It’s also a good idea to research whether or not your medication is available at pharmacies in your destination country and if you need a prescription from a local doctor for it. The consulate or embassy in your home country may be a good first port of call, and if they can’t offer accurate information, then online forums are another good source. People who travel frequently to your destination or expats living there are usually really helpful when it comes to finding out about what is available in pharmacies and the procedures necessary to acquire medication. While some may be available over the counter, others won’t be available at all, and it’s much better to be prepared than have to cut your trip short because you run out.

Preparing for Travel

The most important thing you need to remember when taking medication overseas is having a letter signed by your doctor, as well as an original copy of your prescription. The letter should state your name and address, date of birth, travel departure and return dates, as well as your planned itinerary. It should also list each of the prescribed medications you are carrying, including the total amount and the dosage. The medication must be kept in the original packaging and correctly labeled, and you should always carry it in your hand luggage, provided the airline regulations allow for it. If you are traveling with a friend or family, split the medication between the two of you, just to cover yourself if one of your hand luggage bags go missing.

If you need to carry syringes with you, find out from your chosen airline about what their regulations are. This information should be available on their website or by phoning their customer support direct.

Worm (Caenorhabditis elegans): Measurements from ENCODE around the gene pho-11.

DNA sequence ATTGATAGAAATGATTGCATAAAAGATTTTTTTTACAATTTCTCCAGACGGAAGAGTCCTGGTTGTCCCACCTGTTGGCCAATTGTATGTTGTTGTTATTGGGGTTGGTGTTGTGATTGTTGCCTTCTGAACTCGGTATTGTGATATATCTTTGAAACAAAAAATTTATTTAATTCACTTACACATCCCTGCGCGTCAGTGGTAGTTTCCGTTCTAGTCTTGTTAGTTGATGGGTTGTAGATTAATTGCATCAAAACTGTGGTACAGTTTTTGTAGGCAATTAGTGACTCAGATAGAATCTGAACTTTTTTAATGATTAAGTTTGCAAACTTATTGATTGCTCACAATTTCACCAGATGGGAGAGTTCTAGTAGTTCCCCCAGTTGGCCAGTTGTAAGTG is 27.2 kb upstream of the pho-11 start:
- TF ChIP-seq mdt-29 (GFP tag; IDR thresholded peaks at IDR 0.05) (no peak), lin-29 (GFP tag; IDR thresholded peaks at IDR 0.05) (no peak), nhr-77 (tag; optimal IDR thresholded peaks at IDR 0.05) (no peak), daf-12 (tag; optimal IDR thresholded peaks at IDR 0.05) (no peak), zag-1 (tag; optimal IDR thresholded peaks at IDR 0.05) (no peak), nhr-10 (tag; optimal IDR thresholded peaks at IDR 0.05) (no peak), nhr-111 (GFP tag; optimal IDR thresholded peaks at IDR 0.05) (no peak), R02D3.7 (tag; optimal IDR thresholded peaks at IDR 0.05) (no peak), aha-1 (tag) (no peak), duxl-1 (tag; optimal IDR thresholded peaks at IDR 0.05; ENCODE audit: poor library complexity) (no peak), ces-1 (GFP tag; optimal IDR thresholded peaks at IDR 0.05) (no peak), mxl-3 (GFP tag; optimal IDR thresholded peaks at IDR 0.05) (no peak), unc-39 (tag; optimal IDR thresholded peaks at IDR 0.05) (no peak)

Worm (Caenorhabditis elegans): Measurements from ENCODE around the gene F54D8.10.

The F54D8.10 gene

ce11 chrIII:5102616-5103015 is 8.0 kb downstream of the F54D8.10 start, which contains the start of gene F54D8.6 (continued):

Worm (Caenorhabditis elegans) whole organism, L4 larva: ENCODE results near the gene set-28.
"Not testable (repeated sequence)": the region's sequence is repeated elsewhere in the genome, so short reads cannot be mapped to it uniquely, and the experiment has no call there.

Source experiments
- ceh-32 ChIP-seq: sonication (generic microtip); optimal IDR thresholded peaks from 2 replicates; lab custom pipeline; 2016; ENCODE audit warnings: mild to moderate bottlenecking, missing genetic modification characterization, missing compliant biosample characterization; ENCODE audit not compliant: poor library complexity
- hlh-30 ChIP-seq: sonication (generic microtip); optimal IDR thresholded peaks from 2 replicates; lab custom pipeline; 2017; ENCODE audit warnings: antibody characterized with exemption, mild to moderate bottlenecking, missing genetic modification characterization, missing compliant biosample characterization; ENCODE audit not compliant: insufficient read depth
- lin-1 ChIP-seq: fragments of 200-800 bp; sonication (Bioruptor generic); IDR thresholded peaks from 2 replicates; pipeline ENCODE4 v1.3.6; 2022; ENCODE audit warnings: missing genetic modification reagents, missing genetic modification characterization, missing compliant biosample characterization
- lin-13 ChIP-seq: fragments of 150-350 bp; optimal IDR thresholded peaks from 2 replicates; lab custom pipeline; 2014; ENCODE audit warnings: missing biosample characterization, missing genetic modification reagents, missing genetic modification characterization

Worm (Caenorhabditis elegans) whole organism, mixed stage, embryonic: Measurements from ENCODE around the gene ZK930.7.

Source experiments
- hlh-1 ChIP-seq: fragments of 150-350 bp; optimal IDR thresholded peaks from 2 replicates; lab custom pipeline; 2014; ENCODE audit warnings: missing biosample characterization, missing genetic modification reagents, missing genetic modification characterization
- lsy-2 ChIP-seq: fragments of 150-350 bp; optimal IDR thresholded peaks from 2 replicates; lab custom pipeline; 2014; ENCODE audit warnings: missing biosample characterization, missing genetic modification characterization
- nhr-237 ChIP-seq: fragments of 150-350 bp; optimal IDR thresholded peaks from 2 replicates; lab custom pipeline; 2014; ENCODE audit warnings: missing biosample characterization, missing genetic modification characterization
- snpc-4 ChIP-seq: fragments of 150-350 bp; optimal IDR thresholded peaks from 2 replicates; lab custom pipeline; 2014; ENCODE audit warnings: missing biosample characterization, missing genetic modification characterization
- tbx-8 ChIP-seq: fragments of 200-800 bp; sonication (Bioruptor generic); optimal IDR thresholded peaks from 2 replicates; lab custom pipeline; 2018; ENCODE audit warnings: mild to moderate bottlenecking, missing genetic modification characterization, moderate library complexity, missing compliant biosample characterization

In come cases, the medication will require refrigeration and you can purchase insulated wallets and containers to use during transit. Avoid subjecting your medication to any kind of extreme heat before or during transit as it may reduce its effectiveness.

During Your Travels

Always ensure you keep taking your medication as per your usual routine, even though you may have unusual sleep patterns due to jet lag. If necessary, set an alarm on your phone as a reminder, as this will help you create a routine, despite being in a completely different time zone.

If you do require more medication while abroad, take your prescription and letter from your GP with you to show the doctor in your destination country. Keep in mind that a prescription from your GP cannot be filled in another country, so you will need to get a separate prescription from a doctor there. If English is not widely spoken, then have the letter translated into the preferred language to help facilitate the consultation. In some cases, the medication will not be available or will come in a different dosage, so just be aware of exactly what you are being prescribed.

It’s also important that you don’t substitute your prescription from back home with a medication that is not permitted in your home country, or you could run into big problems when you return. This also goes for general medical issues encountered abroad that result in a doctor prescribing you medication. Always carry the prescription with you when you return and try and check before you fly home that the drugs you are bringing with you aren’t illegal! Hopefully all of this will help you in your journey. Nothing should prevent you from traveling and now taking medication overseas shouldn’t either!